The Guilt of Bystanding

Mickey Z’s latest book, No Innocent Bystanders: Riding Shotgun in the Land of Denial, is an eclectic mixture of essays, quotations, quips, poems, quizzes, and lots of information (e.g., extinction lists).

Mickey’s essays are no-holds barred. He does not espouse logically contorted, wishy-washy positions like supporting the troops/killers while posing as anti-war. As an American, Mickey holds the average American culpable for the crimes of the country that are unopposed. The same would hold for citizens of other countries whose governments collaborate or run their own sordid policies. Mickey has too much respect for humans. He grants that each human has the faculties to read, listen, observe, think, and form their own conclusions on what is right and what is wrong; humans can, therefore, act accordingly.

There is no excuse for carrying out orders that are war crimes and crimes against humanity. Each of us bears responsibilities for our actions.

To allow one section of the antiwar movement to comfort the warriors while opposing their actions is, to put it mildly, perplexing. It is a paradox that finds pro-warrior, if not prowar, types posing as antiwar types. Mickey nails this paradox straight.

The carnage of humans runs as a thread through the book. Mickey finds that for some people, killing other humans is just part of the human condition, after all, species are perishing at an alarming rate.

No Innocent Bystanders is propeace, pro-humans, and pro-humanity. In other words, it is a book about people living together in peace, caring for the environment and for the other creatures on the planet.

People are responsible for not only their actions but their seemingly trivial contradictions, their silent complicities, their hypocrises, and their inactions.

The book is about people who claim to be environmentally conscious and drive a SUV. It is about people who claim to care about animal rights and wear cosmetics tested on animals. It is about people who claim they are opposed to war but coddle the killers. It is about people who pine for a new government and support lesser-evilist politics. It is about selfishness, that people claim to hold all life as sacred, but value and treat the lives of people near to themselves with greater reverence than the lives of strangers and those they hold dear.

No Innocent Bystanders is about the loss of liberties, and the valiant ones who defend those liberties, like Emma Goldman and Ward Churchill, while others do little. It is about exposing the hypocrisy and vacuousness of patriotism.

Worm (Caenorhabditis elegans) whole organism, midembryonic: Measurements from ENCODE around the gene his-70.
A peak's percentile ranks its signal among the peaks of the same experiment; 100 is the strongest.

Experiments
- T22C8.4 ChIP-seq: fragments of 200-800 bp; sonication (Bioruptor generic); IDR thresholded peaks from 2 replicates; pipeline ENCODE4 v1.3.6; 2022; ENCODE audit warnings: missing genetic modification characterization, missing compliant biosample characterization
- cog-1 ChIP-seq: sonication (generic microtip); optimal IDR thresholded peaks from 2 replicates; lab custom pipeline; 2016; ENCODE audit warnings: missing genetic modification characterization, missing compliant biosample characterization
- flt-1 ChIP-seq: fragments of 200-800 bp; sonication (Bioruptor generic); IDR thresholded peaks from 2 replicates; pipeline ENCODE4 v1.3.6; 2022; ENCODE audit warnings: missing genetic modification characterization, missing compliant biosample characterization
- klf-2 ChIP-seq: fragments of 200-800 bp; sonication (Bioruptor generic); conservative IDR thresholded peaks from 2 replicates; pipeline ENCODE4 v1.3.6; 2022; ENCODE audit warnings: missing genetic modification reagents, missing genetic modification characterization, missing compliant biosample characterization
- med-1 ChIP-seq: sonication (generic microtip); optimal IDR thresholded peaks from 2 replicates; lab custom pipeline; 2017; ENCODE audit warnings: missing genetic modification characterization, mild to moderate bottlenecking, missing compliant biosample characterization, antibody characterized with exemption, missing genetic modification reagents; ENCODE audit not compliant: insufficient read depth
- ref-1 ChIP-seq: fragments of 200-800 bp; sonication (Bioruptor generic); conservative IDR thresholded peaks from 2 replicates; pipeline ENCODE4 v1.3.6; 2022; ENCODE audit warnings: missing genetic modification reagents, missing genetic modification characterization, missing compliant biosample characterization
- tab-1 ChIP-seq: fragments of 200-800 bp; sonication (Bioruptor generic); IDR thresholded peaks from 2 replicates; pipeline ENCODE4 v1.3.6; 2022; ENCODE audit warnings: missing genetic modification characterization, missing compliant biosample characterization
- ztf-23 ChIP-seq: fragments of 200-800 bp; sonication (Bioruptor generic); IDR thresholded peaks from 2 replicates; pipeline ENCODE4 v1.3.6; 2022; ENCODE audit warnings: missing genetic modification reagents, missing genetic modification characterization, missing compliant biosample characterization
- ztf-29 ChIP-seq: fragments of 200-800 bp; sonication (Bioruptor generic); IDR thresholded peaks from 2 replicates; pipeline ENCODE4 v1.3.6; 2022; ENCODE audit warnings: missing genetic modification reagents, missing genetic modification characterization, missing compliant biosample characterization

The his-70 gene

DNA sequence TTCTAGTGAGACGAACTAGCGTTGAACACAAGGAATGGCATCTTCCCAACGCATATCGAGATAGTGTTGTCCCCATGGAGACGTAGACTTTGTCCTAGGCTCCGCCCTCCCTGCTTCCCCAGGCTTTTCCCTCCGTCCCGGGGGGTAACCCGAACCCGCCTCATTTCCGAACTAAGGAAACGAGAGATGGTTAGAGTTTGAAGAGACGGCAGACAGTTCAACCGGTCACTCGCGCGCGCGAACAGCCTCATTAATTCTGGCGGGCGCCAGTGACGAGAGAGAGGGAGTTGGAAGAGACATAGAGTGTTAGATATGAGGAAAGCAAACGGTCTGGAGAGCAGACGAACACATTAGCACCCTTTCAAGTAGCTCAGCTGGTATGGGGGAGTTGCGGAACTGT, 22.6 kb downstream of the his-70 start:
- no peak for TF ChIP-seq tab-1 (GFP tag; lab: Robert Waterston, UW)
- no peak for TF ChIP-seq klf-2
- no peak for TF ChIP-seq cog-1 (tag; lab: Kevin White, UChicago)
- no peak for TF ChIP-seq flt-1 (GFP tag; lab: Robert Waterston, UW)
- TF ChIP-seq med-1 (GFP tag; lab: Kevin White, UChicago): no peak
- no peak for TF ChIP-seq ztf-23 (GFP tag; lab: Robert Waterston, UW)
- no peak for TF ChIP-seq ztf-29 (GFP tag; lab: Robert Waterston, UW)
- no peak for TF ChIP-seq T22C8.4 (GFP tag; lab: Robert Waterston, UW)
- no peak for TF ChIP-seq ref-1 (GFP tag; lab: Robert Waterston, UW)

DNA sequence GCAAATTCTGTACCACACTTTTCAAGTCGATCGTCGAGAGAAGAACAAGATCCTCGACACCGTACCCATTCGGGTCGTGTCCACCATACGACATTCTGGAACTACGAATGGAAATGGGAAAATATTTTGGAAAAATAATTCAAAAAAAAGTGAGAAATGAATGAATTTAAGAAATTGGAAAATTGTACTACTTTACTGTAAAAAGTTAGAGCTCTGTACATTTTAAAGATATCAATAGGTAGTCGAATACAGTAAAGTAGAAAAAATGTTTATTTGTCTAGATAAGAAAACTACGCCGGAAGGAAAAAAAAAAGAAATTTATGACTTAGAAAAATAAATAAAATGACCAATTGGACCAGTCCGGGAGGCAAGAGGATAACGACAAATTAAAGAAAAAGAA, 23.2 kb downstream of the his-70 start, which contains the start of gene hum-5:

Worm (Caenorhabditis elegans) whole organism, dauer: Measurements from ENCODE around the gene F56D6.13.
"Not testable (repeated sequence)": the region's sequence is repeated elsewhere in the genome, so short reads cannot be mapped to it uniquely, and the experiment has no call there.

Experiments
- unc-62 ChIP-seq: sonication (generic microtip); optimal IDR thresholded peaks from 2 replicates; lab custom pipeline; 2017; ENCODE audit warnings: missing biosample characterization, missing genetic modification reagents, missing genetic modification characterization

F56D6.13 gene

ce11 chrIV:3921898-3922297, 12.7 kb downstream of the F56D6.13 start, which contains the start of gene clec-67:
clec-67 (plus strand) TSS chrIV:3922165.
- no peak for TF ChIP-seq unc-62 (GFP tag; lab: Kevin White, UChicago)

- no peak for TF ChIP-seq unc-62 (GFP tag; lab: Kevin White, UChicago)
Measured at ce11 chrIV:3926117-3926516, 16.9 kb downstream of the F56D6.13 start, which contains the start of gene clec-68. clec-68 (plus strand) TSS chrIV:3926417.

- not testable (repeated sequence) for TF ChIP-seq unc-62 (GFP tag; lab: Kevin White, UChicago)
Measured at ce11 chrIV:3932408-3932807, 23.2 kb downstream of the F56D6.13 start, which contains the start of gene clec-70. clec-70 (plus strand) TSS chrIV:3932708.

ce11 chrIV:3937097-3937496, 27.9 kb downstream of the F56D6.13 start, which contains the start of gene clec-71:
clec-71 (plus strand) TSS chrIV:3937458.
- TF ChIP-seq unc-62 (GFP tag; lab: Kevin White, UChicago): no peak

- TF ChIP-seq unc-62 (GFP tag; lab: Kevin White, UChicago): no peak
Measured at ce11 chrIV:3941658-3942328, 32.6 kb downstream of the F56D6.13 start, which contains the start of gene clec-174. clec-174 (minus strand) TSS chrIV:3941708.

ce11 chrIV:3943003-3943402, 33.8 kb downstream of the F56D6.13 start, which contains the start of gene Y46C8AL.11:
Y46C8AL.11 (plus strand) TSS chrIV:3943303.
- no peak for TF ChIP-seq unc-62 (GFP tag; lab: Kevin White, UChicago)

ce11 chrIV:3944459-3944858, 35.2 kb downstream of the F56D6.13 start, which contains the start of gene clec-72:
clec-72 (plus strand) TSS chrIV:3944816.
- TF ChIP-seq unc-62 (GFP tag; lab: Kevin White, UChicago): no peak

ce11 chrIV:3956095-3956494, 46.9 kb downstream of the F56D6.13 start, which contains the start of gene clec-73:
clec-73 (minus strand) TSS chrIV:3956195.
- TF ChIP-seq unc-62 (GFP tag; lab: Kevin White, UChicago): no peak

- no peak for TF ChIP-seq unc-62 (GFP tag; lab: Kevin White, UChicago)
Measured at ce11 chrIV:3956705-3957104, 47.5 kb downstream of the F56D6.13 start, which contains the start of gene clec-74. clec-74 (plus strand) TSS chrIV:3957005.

But Mickey’s book is not just a litany of what is wrong. While discomfiting for some, No Innocent Bystanders is an easy read, and it comes with simple solutions — as simple as challenging authority and obeying conscience — that, if embraced, would point the world in a sweeter direction.

That is the essence of No Innocent Bystanders: its call for valuing life and living for all.

Kim Petersen is an independent writer and former co-editor of the Dissident Voice newsletter. He can be emailed at: kimohp at Twitter: @kimpetersen. Read other articles by Kim.

3 comments on this article so far ...

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  1. bozhidar bob balkas said on October 8th, 2008 at 10:01am #

    i don’t think that more than 5% of amers feel guilty ab US killing people.
    they may be angry/resentful/baffled.
    they r mistaught an disinformed. and, no, i don’t blame victims but perps.
    and, most importantly, not one amer will be sentenced even if she faces a court of law.
    natch, none will face ICC or future courts in afghanistan, iraq, palestine, korea, vietnam, nicaragua…
    conditioning has taken place just as pavlov dog had been.
    education might be the way out of the lawlessness. thnx

  2. Martha said on October 8th, 2008 at 11:41am #

    Bozhidar, you could be right. Hope not though. Thanks to Petersen for the review which both was a treat to read and informed me Mickey’s got a book out. This is the quote from Petersen I’d use in an advertisement for the book: “No Innocent Bystanders is about the loss of liberties, and the valiant ones who defend those liberties, like Emma Goldman and Ward Churchill, while others do little. It is about exposing the hypocrisy and vacuousness of patriotism.”

  3. rosemarie jackowski said on October 9th, 2008 at 10:33am #

    This is one more very good book from Mickey – a great Christmas gift, especially for teachers and also members of the military.